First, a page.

I sit here and write this in isolation. By now, there is not one of you reading this who has not been affected by the COVID-19 pandemic that has taken hold not only of the United States but also the world. Although this is published in July, I write this on a brisk April morning, as cases of the coronavirus continue to escalate. Daily, sometimes hourly, conversations occur about this epidemic and how it is to be handled. My hope is that, by the time you read this in July, this infection will be lessening and that “flattening of the curve” occurred before too much devastation has occurred. But I do not know. I have tried to remain well-informed but not obsessively guided. After several weeks of being, ahem, what I will call “heavily invested,” I now try to limit my information gathering to a daily noon check of the Pennsylvania Department of Health website to see how my county is doing and listening to a little bit of news each night. Regardless, between my daily noon teleconferences at my work and text-message updates from well-meaning family and friends, I am still getting quite a bit of information daily about this epidemic. I am sure you can relate.
This constant need to keep up-to-date was a bit overwhelming. There was an almost requirement of keeping current, only because the nature of this coronavirus pandemic moved at speeds that made staying apace difficult. Decisions that were made in real-time were often outdated in only a few hours or days. Decisions that may have been difficult to make at the time are now seen as reasonable and obvious. For example, I missed seeing many of you at our Dermatology Nurses' Association Convention in Denver, CO, in March. That this was rescheduled now seems blatantly clear, but if we can remember back to early March, I am sure the decision to postpone the conference was not as clear-cut. Thank you to Dermatology Nurses' Association for making these difficult decisions. The Convention was rescheduled for this month, July 2020, in Denver, and I am hopeful we get to see each other again soon. I guess time will tell, right?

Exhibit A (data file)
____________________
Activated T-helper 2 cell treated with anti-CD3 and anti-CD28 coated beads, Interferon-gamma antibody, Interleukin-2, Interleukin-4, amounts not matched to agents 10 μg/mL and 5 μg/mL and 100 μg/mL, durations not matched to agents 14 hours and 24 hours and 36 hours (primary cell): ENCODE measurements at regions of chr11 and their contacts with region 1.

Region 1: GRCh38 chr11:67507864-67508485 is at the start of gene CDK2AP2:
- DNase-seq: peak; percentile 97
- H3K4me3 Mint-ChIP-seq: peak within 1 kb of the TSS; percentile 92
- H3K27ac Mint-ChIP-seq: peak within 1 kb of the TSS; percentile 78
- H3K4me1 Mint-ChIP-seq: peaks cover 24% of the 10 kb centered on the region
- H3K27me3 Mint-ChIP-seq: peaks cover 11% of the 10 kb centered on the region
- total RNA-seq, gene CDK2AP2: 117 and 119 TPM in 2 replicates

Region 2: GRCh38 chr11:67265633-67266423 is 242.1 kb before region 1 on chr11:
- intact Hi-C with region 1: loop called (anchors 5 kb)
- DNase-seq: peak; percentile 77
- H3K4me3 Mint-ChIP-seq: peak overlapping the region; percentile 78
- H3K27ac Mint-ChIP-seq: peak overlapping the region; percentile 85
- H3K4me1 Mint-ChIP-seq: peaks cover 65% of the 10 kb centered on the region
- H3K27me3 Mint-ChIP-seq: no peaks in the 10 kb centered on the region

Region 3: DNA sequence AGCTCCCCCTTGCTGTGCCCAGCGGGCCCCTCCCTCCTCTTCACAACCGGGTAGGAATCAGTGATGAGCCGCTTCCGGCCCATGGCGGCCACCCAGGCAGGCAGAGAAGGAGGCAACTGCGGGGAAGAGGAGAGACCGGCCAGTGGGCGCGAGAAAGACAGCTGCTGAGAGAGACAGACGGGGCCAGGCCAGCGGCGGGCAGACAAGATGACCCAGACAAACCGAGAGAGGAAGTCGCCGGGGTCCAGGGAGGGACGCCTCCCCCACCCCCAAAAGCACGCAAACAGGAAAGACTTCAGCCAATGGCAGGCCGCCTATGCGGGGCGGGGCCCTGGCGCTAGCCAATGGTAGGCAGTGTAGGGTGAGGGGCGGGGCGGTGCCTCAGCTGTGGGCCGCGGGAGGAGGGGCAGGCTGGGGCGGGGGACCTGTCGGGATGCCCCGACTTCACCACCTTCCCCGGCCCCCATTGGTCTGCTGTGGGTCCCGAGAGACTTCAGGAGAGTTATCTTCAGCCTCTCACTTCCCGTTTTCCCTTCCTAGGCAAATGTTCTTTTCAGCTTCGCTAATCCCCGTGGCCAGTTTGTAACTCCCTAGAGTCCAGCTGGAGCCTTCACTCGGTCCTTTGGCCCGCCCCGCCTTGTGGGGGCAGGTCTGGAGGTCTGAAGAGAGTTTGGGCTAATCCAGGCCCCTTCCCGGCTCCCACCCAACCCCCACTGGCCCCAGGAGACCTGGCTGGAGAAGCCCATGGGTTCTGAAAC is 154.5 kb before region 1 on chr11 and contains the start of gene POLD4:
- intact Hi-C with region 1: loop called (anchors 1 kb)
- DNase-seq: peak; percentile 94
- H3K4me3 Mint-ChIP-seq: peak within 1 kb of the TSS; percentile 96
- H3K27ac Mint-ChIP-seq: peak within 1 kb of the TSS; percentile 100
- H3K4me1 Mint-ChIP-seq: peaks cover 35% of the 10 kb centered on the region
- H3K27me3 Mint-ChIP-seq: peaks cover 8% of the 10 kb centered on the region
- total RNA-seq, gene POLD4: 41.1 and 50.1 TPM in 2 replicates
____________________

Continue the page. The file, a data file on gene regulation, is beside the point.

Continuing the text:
All this uncertainty can be difficult. The changes associated with COVID-19 have been difficult on ourselves, on our family, on our practices, on our communities, and on our nation. We are grieving the loss of our former naivete. We know now what can happen and how bad it can get. However, I have seen extreme resiliency as a result of these changes. Families have developed a new routine, our practices have adapted as necessary, and our nation continues the best we can. People are both surviving and, in some cases, thriving. Has anyone reading this taken up a new hobby or dusted off old skills as a result of this situation? Has anyone reached out to family and friends more, with the intention of reconnecting and keeping in touch? I think many of us are using online teleconferencing platforms for work and office-based meetings. Well, I had the opportunity last night to have a “teleconference” with my three best friends from high school. These are three women I usually see in person a few times year, but given the current circumstances, we decided to have a happy hour of sorts online. Each with our drink of choice, we shared, caught up, and laughed for over 2 hours. Joining together in this way, we were able to connect and laugh; sometimes, we do not always have to actually be there in person to feel the love and support of long-standing friendships. Are any of you texting, calling, or writing more often to those you love and care about?